3.  The contents of an effective and legally defensible investigation report
  4. How to manage concurrent issues such as illness, poor performance and workers compensation in the context of an investigation 
  5. How to minimise the risks of litigation arising from employee complaints, their investigation, and ultimate disciplinary outcomes 



When to investigate
  • Which types of allegations require investigation?
  • Considering other appropriate means to resolve an issue
  • The legislative requirements that should inform the the decisions to investigate 
  • The consequences of not investigating
  • The risks of litigation to consider when initiating an investigation 
  • The relevance of enterprise agreements, contracts, and employer policies 
  • Choosing an investigator: who should be the investigator and who must not 
  • The benefit of legal professional privilege and the appropriate use of lawyers 
  • Considerations for setting timeframes: balancing evidence gathering, proper consideration and avoiding reputational damage to participants 
  • Dealing with concurrent performance issues or complaints made seemingly in response to performance management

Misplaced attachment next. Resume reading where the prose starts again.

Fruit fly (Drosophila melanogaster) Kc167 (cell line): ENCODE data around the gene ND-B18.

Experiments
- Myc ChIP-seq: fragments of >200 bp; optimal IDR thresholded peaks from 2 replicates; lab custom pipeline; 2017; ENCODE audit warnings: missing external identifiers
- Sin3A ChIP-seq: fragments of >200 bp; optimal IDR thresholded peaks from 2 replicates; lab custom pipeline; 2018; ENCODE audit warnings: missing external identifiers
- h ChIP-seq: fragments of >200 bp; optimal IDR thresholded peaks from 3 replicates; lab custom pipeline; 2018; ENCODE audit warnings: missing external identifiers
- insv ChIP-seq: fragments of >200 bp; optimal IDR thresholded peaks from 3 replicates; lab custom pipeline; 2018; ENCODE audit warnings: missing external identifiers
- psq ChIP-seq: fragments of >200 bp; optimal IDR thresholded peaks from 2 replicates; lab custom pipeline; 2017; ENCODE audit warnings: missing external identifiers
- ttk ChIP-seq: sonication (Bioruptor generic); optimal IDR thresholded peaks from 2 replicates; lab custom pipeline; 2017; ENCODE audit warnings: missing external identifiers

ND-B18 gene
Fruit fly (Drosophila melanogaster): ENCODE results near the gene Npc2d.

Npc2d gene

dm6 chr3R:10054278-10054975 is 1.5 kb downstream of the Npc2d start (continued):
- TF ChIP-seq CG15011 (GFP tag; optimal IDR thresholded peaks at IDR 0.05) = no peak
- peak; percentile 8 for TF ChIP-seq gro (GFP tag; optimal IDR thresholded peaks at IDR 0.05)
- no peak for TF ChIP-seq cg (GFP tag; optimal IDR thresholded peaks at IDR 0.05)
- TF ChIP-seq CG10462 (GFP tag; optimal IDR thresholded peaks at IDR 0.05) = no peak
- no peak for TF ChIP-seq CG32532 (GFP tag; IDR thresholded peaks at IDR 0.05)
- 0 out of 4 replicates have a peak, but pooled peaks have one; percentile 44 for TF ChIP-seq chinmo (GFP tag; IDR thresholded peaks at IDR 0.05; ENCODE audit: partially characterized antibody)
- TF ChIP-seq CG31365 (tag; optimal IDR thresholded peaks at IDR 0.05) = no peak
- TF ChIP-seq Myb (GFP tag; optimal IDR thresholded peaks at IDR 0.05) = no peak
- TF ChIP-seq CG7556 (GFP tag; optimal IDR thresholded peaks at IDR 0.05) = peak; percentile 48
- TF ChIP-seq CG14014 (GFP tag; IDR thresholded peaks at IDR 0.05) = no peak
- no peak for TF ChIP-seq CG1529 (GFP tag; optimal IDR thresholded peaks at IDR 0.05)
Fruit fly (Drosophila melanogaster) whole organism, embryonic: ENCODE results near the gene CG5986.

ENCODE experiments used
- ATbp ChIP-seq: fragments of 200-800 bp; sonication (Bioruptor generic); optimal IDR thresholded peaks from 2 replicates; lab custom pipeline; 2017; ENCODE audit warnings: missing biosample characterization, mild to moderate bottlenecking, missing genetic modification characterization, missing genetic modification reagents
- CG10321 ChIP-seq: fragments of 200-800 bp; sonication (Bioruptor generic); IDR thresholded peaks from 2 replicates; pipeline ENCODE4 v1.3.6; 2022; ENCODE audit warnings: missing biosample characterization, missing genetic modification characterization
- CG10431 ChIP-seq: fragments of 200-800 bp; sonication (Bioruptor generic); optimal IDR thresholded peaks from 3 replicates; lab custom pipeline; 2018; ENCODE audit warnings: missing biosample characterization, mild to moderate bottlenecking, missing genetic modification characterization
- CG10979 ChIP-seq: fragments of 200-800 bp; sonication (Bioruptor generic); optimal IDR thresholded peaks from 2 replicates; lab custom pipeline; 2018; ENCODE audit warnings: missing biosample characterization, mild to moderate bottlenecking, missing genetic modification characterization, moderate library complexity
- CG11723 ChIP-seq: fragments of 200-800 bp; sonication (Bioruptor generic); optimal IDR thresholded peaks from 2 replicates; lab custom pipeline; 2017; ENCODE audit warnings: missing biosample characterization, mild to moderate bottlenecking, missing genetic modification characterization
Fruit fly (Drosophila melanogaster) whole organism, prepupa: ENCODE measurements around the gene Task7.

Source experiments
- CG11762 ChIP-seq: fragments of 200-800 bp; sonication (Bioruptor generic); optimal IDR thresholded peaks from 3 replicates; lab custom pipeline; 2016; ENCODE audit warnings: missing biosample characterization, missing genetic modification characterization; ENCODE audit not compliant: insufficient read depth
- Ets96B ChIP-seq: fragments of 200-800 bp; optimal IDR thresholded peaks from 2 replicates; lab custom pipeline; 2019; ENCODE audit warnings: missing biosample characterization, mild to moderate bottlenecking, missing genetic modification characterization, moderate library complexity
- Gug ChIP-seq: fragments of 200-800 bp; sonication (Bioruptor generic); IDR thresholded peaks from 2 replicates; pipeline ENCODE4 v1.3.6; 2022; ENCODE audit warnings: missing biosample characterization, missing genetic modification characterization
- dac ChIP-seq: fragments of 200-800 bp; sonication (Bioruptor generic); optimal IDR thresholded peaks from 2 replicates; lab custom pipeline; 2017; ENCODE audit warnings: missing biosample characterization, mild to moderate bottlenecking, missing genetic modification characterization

Investigation participants in the workplace 
  • How to manage the continuing presence presence of investigation participants in the workplace 
  • Avoiding allegations of "adverse action" by participants 
  • When and how the investigator should communicate with participants 
  • When a suspension is appropriate and legally permitted  
  • Practical steps to protect the integrity of the investigation and prevent victimisation 
Conducting an effective investigation process 
  • The importance of confidentiality 
  • How to frame allegations 
  • Evidence gathering; types, sources and methods 
  • The role of external, forensic experts in complex cases 
  • Considerations on the order of interviews 
  • How to frame and order questions (and how not to) 
  • The role of support people and legal or union representatives 
  • How to deal with reluctant participants 
  • When may a request for anonymity be granted?
  • The impact of employee illness or absence 
  • Distraught or uncooperative witnesses 
  • The role of reasonable and lawful directives in investigations 
  • Managing expectations of internal stakeholders 
  • Is there a right not to answer questions?
Assessment of evidence 
  • The application and interpretation of contracts, enterprise agreements, legislation, policies and codes 
  • How to evaluate and give appropriate 'weight' to evidence by applying appropriate legal principles 
  • Contradictory evidence 
  • The use and importance of directions to maintain confidentiality 
  • The use of documentary evidence, including electronic material 
  • Recordings and transcriptions
  • What is "credibility" and how is it reasonably assessed?